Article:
This week, crews continued to focus on underground utility work on Valley Street and Broad Street.Activities this week included: [Read more…]
Archives for March 2013
The contractor is about to get Notice to Proceed on the Mercer West Phase of the Mercer Corridor Project, meaning construction to convert Mercer Street to two-way traffic from I-5 to Uptown is about to start. Atkinson Construction is tackling the mega effort that begins with improving the problematic portion of Mercer that goes under Aurora Avenue. The picture below shows what the area looks like now, with it’s 5-feet-wide sidewalk alongside one-way vehicle travel lanes. The rendering below that shows what 50 feet of extra space to the south can do.
To get there, construction must happen, and that involves impacts. Those impacts are small in April, so you have time to psyche up for the bigger impacts come May: reducing Mercer Street to two eastbound lanes between 5th Avenue N and Dexter Avenue N and reducing SR 99 to two lanes in each direction between Harrison Street and Valley Street.
The Mercer West Phase will widen Mercer Street to provide three lanes in each direction between Dexter Avenue N and Fifth Avenue N and converting the existing four eastbound lanes to two lanes in each direction between Fifth Avenue N and First Avenue N. The future Mercer Street will feature additional left-turn lanes, widened sidewalks, and a bicycle path between Dexter Avenue N and Fifth Avenue N. Additionally, Roy Street will also become a two-way street with bicycle lanes between Fifth Avenue N and Queen Anne Avenue N. Typical roadway cross-sections can be viewed here. Work is expected to be complete midway through 2015.
Early construction activities start with the aforementioned Mercer Street underpass, and of course include rebuilding the SR 99 bridge. Computer simulations exist for both the pedestrian/cyclist and motorist experience and viewing them may help distract you from the necessary complication of construction.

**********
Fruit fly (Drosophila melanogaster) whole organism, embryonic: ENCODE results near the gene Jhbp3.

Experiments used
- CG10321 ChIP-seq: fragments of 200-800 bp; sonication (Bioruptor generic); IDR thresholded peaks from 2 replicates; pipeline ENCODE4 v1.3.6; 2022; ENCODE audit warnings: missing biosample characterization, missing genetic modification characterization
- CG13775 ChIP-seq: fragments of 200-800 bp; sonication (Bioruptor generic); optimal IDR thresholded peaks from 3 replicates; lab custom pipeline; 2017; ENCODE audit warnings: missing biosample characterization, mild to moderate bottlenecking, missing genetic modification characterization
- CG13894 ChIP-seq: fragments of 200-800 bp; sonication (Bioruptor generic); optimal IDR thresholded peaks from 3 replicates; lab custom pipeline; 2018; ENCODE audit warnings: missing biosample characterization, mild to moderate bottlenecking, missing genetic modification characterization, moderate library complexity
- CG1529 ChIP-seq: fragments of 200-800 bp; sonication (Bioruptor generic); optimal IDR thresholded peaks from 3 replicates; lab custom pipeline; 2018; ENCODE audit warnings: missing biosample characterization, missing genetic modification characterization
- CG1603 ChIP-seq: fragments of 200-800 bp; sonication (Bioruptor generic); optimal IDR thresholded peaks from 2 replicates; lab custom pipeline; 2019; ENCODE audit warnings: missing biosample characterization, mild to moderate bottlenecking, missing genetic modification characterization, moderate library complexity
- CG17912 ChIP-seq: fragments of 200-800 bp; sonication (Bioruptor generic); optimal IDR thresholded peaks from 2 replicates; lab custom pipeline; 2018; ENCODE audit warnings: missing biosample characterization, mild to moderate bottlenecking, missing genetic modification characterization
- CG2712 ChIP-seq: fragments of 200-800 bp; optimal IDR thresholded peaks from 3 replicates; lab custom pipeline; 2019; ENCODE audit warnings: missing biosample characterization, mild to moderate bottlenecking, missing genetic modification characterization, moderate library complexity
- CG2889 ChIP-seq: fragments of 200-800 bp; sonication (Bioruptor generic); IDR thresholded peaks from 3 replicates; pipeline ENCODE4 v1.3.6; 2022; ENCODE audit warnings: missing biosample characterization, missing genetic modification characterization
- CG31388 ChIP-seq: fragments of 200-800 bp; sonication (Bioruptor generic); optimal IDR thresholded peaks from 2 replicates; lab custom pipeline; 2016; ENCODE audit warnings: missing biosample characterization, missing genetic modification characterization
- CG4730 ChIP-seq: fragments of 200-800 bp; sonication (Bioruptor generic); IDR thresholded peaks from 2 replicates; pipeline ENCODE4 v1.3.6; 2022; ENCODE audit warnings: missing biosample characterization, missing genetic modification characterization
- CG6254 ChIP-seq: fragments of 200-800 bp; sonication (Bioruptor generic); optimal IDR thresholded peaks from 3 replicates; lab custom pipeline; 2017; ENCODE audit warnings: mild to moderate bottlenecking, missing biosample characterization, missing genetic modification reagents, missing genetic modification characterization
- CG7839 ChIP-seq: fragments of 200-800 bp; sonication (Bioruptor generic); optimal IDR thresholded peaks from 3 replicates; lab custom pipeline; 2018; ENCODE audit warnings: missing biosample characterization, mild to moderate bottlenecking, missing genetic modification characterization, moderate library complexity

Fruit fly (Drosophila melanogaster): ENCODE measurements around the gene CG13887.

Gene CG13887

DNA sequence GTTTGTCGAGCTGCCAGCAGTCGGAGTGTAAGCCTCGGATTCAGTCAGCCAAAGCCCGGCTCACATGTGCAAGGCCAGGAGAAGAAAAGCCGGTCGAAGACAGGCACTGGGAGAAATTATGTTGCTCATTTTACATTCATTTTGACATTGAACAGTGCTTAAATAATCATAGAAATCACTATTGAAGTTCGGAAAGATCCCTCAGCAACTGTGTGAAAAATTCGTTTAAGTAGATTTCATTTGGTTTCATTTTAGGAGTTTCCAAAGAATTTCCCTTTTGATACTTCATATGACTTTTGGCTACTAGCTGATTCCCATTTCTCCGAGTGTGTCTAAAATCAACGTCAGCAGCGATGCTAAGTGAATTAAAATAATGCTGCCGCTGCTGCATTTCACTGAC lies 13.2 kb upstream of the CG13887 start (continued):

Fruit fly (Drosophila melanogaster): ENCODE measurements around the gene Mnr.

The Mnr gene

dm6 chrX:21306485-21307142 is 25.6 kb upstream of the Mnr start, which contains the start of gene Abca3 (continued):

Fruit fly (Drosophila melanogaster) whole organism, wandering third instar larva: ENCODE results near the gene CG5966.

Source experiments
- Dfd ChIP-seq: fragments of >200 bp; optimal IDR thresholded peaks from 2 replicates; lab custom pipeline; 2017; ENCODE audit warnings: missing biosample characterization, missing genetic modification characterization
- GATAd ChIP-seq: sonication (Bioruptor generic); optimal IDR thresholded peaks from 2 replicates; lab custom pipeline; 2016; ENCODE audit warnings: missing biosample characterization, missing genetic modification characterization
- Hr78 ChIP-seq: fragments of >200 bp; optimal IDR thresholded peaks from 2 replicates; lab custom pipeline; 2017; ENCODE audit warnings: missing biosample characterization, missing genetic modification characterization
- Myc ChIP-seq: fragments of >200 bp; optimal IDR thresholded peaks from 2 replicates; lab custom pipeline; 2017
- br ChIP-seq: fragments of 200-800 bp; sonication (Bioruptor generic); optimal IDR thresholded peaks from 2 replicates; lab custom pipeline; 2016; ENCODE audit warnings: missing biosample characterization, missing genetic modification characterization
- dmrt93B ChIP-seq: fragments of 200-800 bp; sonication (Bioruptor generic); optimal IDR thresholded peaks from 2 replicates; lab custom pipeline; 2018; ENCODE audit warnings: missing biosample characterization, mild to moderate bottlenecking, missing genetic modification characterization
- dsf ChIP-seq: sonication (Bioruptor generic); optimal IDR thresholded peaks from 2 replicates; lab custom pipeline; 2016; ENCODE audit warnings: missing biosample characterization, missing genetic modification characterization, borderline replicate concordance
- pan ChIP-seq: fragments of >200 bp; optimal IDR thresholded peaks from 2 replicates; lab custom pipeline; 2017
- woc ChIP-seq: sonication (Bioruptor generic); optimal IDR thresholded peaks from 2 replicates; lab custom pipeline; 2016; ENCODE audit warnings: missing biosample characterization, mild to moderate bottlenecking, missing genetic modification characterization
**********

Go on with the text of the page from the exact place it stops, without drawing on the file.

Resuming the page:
To help mitigate construction impacts, crews will begin making improvements in the area in late April including signal adjustments at the intersection of Fifth Avenue N and Harrison Street as well as signalizing the intersections of Dexter Avenue N and Republican Street and Broad and Harrison streets. Broad Street will also be re-opened to two-way traffic when impacts to Mercer Street begin to help ease eastbound congestion heading towards I-5.
It probably goes without saying, but I’ll say it here anyway…come May, travelers can expect significant congestion and delays when eastbound Mercer Street is reduced to two lanes during construction. Be sure to plan ahead and use alternate routes when possible…for a long time.
Construction work on the South Park Bridge site has shifted a little. As King County DOT explains, “crews are demolishing the old bascule pier, working until 7 pm each night in order to meet the project schedule.”
Formwork is being installed on the new piers by both day and night crews, as the old bascule pier comes down. Since this is relatively quiet work, crews will be up working until about 1 a.m. and you can expect to see this kind of work for about five more weeks.
Check out the bridge construction in progress with the South Park Bridge Cameras: http://www.kingcounty.gov/transportation/SouthParkBridge/BridgeCameras.aspx